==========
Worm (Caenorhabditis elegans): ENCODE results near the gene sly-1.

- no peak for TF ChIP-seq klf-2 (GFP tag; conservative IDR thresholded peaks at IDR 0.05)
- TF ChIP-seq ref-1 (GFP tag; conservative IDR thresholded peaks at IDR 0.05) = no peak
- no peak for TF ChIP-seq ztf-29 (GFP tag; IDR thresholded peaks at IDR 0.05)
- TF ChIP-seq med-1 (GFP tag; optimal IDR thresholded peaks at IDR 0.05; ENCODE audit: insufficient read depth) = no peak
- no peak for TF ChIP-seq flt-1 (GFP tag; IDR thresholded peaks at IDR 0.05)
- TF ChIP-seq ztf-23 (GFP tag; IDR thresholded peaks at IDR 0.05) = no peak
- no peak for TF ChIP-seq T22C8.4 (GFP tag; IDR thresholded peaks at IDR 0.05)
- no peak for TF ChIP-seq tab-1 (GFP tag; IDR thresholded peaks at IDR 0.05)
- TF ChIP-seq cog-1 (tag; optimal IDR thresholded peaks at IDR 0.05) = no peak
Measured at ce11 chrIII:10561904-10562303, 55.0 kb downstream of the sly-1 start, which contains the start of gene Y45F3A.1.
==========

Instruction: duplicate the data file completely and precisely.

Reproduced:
Worm (Caenorhabditis elegans): ENCODE results near the gene sly-1.

- no peak for TF ChIP-seq klf-2 (GFP tag; conservative IDR thresholded peaks at IDR 0.05)
- TF ChIP-seq ref-1 (GFP tag; conservative IDR thresholded peaks at IDR 0.05) = no peak
- no peak for TF ChIP-seq ztf-29 (GFP tag; IDR thresholded peaks at IDR 0.05)
- TF ChIP-seq med-1 (GFP tag; optimal IDR thresholded peaks at IDR 0.05; ENCODE audit: insufficient read depth) = no peak
- no peak for TF ChIP-seq flt-1 (GFP tag; IDR thresholded peaks at IDR 0.05)
- TF ChIP-seq ztf-23 (GFP tag; IDR thresholded peaks at IDR 0.05) = no peak
- no peak for TF ChIP-seq T22C8.4 (GFP tag; IDR thresholded peaks at IDR 0.05)
- no peak for TF ChIP-seq tab-1 (GFP tag; IDR thresholded peaks at IDR 0.05)
- TF ChIP-seq cog-1 (tag; optimal IDR thresholded peaks at IDR 0.05) = no peak
Measured at ce11 chrIII:10561904-10562303, 55.0 kb downstream of the sly-1 start, which contains the start of gene Y45F3A.1.